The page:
Rand Paul files to run for U.S. President, re-election to U.S. S - WDRB 41 Louisville News

Rand Paul files to run for U.S. President, re-election to U.S. Senate seat

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LOUISVILLE, Ky. (WDRB) -- Kentucky U.S. Senator Rand Paul has finally made it official by filing to run for two major offices at the same time.

He signed the papers on Monday for both re-election to the U.S. Senate and Kentucky's new Republican Presidential caucus.

“It is my pleasure today to announce my candidacy for the Presidency of the United States and for the re-election to the U.S. Senate in Kentucky,” Paul told a group of supporters gathered at the Jefferson Co. Republican Party’s West Louisville headquarters.

Paul was joined by Kentucky's new Republican leadership that swept into power earlier this month, including Governor-elect Matt Bevin.

During his campaign, Bevin said his first choice for president was Ben Carson, but on this occasion he was standing with Rand. In fact, Bevin and Lt. Governor-elect Jenean Hampton signed Paul's filing papers as his official witnesses.

“He has done more to create the dialogue that is happening in 2016 in this presidential race than anybody, bar none,” said Bevin.

Paul's filing of papers for two offices was made possible when the state Republican Party changed its presidential selection process from a primary to a caucus, allowing Paul to run in the presidential caucus in March and the Senate primary in May. 

But Paul is in the lower tier in the presidential polls, and WDRB News asked him if running for reelection to the Senate reflects a lack of confidence in his White House campaign.

“I think what it reflects is that people see my voice as a unique voice in the U.S. Senate. And they want my voice still to be heard, nationally. And, while I am an optimist, everybody knows there's 10-15 other men and women running,” said Paul.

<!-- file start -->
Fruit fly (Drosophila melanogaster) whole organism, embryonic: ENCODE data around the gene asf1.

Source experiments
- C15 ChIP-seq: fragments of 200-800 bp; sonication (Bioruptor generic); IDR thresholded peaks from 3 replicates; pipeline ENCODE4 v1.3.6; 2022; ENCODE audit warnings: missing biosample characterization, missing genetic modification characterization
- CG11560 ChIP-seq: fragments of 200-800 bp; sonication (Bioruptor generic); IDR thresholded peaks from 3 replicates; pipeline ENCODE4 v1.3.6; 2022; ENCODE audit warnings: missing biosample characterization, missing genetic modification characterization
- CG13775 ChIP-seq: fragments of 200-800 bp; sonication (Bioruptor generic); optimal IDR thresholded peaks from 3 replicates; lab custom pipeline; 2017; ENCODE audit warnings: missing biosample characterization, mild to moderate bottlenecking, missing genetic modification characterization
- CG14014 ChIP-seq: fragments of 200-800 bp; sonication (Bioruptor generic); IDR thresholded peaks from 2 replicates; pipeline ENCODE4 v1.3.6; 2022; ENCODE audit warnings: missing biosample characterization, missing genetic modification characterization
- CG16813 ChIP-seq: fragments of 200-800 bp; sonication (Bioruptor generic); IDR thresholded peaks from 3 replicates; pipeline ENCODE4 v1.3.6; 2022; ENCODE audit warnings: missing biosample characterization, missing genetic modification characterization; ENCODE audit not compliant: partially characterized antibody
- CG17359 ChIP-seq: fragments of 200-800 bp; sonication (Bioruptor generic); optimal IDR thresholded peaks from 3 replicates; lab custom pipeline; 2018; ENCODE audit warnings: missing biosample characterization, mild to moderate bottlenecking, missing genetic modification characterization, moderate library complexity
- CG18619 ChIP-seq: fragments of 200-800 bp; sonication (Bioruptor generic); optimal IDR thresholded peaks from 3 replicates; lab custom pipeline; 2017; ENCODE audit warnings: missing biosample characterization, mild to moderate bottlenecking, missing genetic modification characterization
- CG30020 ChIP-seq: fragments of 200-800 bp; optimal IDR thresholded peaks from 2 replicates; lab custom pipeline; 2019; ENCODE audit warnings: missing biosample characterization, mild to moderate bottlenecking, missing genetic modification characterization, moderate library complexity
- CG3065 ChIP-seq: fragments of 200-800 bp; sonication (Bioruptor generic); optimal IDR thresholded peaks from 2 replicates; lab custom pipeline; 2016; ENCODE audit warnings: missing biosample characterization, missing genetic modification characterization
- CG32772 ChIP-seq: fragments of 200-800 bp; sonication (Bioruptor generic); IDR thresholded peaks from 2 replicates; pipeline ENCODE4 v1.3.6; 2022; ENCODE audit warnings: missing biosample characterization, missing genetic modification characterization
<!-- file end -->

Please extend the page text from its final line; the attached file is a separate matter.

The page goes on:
Paul's Senate campaign was made easier by Republican Mike Harmon's defeat of Democratic State Auditor Adam Edelen.

Edelen was widely believed to be gearing up for a senate run.

“I'm sure it helped. Obviously, I think Rand, a man of character, was going to do it either way, run for both of them either way. But I'm sure that probably took a little pressure off,” Harmon told WDRB News.

Rand Paul fans who lined up for a book signing at a Barnes and Noble store in Louisville had no problem with his running for two offices.

Whitney Sims had no hesitation when asked if she had a preference for the office she would like to see Paul win.

“President. I'd like to see him as President, but either one,” she said.

“I hope he wins the presidency and, if not, we'll keep him in the Senate, and he can keep doing his good work,” said Duane Stout.

The Democrats say they will field a strong candidate to challenge Paul for his senate seat.

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